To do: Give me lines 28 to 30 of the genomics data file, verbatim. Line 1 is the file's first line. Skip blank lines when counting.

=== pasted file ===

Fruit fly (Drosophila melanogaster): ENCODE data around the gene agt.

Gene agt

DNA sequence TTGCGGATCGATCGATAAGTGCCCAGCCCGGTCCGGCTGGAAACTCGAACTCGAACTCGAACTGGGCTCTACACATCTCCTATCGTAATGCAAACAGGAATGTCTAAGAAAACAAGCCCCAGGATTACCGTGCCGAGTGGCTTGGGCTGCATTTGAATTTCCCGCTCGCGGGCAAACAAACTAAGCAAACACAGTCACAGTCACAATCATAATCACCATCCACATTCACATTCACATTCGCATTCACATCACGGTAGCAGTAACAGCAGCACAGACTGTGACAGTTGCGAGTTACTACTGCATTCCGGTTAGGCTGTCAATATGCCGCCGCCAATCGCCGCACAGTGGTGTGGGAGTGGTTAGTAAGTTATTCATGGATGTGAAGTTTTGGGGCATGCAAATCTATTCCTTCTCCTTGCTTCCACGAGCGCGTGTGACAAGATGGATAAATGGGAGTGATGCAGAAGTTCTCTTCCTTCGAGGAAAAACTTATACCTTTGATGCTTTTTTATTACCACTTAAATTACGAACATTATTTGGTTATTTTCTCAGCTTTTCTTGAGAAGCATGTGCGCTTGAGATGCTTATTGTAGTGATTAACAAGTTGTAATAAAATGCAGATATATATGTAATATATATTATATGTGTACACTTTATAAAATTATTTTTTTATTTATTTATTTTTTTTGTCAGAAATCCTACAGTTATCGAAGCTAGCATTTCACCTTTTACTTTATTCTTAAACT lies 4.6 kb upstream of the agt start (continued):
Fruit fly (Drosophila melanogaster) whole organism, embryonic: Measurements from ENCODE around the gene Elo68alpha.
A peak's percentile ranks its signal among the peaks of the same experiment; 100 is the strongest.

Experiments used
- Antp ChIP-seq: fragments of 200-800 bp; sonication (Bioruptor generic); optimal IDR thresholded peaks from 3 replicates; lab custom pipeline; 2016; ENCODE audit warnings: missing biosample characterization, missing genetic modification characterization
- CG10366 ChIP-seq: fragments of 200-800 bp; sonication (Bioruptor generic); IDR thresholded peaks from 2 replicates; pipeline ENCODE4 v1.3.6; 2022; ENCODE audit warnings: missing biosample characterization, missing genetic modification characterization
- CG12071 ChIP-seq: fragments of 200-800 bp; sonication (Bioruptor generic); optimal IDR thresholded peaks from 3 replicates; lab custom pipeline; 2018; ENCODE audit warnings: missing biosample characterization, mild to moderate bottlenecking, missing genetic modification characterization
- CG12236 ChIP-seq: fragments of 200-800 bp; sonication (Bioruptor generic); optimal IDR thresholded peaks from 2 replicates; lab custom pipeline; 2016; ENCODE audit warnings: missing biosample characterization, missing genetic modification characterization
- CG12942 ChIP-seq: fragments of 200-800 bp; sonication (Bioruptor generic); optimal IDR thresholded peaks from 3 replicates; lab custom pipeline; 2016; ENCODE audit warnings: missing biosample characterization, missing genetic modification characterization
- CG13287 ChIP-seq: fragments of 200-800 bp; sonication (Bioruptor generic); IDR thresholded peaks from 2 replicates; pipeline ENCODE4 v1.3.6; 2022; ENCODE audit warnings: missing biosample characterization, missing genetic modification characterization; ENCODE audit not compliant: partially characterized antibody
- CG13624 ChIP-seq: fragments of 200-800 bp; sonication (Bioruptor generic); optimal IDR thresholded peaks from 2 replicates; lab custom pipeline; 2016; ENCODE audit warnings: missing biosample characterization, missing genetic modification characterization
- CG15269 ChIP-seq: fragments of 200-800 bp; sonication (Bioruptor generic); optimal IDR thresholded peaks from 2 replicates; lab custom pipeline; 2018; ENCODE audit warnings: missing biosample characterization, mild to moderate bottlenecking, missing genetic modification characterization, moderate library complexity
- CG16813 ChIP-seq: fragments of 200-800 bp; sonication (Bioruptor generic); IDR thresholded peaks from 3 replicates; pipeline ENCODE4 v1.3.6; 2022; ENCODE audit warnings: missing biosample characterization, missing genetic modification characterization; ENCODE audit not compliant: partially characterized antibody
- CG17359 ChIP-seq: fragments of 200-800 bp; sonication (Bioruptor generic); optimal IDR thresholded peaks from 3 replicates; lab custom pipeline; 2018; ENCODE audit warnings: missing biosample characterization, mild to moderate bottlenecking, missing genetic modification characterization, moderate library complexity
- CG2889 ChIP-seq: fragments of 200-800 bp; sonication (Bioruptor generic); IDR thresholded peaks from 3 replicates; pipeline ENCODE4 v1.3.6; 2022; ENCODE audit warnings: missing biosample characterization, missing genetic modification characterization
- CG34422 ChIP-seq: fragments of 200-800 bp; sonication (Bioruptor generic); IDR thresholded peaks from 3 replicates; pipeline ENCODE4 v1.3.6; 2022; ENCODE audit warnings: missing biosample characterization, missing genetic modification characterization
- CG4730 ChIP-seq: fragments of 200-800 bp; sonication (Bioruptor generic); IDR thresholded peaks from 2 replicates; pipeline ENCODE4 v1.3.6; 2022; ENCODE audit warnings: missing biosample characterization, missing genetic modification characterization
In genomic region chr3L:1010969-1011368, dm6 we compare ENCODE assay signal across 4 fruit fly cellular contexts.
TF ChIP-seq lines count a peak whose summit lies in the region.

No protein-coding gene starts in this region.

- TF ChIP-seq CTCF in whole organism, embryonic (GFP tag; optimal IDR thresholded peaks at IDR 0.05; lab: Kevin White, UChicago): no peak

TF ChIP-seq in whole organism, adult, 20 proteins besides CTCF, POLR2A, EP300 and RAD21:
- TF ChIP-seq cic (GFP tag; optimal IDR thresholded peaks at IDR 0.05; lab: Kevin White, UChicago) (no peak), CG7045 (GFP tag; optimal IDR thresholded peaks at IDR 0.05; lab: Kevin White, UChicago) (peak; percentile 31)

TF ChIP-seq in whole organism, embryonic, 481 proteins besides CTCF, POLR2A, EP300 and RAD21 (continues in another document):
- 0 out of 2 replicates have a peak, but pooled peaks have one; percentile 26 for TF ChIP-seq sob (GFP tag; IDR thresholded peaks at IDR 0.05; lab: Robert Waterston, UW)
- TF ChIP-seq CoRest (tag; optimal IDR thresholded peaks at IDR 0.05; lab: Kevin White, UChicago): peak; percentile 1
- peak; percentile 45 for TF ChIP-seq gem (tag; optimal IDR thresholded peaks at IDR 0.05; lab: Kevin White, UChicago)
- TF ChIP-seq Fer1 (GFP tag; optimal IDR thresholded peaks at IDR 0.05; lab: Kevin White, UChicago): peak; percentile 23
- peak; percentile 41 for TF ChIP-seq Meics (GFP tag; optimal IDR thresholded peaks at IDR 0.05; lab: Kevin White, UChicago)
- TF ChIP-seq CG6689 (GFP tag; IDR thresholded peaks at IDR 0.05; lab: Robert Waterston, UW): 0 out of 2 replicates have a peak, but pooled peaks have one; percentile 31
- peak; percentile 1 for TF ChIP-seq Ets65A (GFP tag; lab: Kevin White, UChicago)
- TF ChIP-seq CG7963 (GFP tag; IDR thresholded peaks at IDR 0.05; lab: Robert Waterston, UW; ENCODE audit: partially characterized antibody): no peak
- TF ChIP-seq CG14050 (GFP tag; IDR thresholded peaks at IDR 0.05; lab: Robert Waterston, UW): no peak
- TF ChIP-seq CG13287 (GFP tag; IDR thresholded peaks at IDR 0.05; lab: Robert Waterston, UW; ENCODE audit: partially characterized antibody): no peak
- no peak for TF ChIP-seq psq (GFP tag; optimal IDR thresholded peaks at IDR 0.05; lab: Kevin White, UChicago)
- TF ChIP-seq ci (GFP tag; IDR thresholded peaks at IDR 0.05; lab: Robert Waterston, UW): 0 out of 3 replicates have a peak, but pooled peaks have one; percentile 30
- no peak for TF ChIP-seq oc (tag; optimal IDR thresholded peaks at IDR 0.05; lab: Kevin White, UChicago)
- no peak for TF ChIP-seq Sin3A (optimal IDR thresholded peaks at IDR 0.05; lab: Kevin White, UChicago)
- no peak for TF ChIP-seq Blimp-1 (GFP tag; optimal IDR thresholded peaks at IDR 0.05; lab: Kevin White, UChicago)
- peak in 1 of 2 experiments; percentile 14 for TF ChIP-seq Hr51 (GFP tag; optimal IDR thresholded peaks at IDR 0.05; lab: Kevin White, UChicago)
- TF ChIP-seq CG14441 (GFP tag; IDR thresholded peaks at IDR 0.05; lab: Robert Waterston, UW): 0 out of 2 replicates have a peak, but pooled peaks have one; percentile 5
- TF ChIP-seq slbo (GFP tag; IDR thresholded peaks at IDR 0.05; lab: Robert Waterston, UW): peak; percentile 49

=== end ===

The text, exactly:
- TF ChIP-seq CoRest (tag; optimal IDR thresholded peaks at IDR 0.05; lab: Kevin White, UChicago): peak; percentile 1
- peak; percentile 45 for TF ChIP-seq gem (tag; optimal IDR thresholded peaks at IDR 0.05; lab: Kevin White, UChicago)
- TF ChIP-seq Fer1 (GFP tag; optimal IDR thresholded peaks at IDR 0.05; lab: Kevin White, UChicago): peak; percentile 23